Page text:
Thousands More Full Tilt Petitioners Reunited With Their Funds

Thousands More Full Tilt Petitioners Reunited With Their FundsMore than four years have passed since Full Tilt was shut out of the USA’s unregulated iGaming market, leaving thousands of its customers separated from their online funds. The situation was further compounded after it was discovered Full Tilt had mixed its customer’s money with its own operating funds, and that the business was no longer able to pay the money it owed.
Fortunately, Amaya Gaming bought both PokerStars and Full Tilt in 2014, and started making good on any outstanding balances soon after. In fact, the Canadian company is currently preparing to release a seventh batch of refunds amounting to $5.7 million to more than 2,000 petitioners, which includes those persons who initially disputed their refund totals, or who had information missing on their claim forms, as well as a number of late petitioners.
The latest tranche of reparations means over 40,000 Full Tilt customers have now received more than $100 million in refunds to date, leaving just 3,800 players unpaid. Commenting on the development, Poker Players Alliance President John Pappas said:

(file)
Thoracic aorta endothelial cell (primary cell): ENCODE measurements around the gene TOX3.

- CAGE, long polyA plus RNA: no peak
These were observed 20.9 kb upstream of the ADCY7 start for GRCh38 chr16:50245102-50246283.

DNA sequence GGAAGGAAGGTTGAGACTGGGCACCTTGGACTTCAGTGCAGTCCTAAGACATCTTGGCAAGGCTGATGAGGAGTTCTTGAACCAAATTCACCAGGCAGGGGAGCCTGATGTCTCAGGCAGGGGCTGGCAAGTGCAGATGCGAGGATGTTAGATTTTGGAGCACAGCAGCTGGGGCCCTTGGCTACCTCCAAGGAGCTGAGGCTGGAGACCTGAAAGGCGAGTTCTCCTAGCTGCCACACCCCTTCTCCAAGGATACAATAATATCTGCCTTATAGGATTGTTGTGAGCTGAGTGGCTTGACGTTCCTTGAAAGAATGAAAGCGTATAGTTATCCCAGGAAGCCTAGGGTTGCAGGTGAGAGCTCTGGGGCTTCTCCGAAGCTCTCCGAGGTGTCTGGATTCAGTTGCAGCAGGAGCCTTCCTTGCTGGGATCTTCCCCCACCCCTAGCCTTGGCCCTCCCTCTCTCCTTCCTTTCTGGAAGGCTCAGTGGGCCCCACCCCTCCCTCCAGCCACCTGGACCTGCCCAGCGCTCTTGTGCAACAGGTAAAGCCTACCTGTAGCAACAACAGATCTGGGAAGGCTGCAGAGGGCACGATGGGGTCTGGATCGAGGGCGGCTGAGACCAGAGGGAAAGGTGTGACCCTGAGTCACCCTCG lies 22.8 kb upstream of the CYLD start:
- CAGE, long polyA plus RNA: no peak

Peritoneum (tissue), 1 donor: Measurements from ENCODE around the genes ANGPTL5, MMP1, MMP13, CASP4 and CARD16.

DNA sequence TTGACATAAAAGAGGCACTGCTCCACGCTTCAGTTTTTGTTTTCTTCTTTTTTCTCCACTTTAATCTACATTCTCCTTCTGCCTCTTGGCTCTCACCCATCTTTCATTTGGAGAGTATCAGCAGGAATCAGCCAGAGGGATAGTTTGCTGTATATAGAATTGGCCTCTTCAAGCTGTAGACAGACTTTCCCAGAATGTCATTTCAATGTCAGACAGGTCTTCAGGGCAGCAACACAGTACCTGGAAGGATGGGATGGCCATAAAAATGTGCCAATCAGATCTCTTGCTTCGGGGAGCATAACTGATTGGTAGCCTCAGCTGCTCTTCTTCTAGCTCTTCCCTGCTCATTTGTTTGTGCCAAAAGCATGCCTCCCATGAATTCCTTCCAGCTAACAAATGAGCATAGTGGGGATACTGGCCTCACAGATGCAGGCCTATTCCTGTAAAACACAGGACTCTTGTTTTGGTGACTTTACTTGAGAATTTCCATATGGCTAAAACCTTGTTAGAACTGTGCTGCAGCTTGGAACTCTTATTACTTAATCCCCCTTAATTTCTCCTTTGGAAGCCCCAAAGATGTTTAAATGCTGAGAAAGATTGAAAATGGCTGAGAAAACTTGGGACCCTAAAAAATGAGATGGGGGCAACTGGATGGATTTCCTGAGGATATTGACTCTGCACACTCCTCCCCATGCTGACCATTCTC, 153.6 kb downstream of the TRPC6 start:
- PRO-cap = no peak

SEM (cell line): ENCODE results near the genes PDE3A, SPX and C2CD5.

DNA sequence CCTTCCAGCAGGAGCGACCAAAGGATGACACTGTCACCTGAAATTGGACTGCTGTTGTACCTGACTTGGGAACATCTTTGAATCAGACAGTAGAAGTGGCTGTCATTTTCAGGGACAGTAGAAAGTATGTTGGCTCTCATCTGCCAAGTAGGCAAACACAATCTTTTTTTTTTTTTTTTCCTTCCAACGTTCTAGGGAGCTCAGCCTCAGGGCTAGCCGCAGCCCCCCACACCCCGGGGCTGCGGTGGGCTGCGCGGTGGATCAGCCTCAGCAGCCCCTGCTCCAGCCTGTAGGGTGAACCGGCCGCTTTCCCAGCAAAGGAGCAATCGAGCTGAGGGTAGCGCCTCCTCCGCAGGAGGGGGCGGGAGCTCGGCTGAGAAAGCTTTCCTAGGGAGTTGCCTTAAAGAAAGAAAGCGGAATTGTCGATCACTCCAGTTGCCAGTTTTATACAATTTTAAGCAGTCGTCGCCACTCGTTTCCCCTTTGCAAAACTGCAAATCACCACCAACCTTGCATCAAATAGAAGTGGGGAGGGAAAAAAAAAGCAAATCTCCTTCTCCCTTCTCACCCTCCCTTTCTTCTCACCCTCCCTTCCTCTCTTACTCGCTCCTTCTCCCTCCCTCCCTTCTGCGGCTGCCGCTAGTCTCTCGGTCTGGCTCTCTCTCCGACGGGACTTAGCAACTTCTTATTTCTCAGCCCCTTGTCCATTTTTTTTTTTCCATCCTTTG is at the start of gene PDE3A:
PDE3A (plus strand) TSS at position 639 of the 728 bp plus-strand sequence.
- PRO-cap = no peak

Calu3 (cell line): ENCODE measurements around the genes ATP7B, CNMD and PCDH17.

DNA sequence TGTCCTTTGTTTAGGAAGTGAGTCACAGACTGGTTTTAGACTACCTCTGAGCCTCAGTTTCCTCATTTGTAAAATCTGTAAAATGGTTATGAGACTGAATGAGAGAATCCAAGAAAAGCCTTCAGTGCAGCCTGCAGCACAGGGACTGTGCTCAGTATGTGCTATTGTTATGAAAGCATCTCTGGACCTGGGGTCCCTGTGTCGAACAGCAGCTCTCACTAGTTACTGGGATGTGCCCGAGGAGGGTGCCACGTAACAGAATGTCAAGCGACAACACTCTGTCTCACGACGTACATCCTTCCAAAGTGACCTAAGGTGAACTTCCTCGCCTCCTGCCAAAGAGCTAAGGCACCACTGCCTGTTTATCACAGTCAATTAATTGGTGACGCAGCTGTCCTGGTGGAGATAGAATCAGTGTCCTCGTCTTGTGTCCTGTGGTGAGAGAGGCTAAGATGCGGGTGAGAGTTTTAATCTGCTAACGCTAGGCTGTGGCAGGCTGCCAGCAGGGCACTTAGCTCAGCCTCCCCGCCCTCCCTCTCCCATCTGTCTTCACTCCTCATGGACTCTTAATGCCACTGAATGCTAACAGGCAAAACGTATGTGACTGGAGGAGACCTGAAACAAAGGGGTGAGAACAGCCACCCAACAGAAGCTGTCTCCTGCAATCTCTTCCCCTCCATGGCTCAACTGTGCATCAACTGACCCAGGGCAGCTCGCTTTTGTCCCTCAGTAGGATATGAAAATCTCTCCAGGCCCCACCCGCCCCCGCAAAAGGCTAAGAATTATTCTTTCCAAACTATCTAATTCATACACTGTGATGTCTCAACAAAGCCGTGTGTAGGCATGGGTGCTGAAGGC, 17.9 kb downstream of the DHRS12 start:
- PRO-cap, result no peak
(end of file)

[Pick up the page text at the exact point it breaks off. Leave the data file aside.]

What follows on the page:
“This leaves about 3,800 petitions unresolved. Most of them are ‘new petitioners’ and there are some others, including pro players, who are mixed into that bunch. There was no timeline provided for those final petitions, but the expectation was that they could all be done at once.”
Anyone with any outstanding claim related questions are encouraged to either call 866-250-2640, or direct them to the following email,
In the meantime, Full Tilt and PokerStars were finally granted a license to offer their iGaming products in New Jersey, in conjunction with land-based partner Resorts Casino. While PokerStars has continued to dominate the online poker industry since Black-Friday, however, Full Tilt has seen it share of the global market shrink, and the site has now slipped to just 9th on PokerScout’s ‘Online Poker Traffic Report’. It therefore remains to be seen whether Amaya Gaming will choose to solely promote its PokerStars brand in the Garden State, or if it will also attempt to revive its damaged Full Tilt brand.

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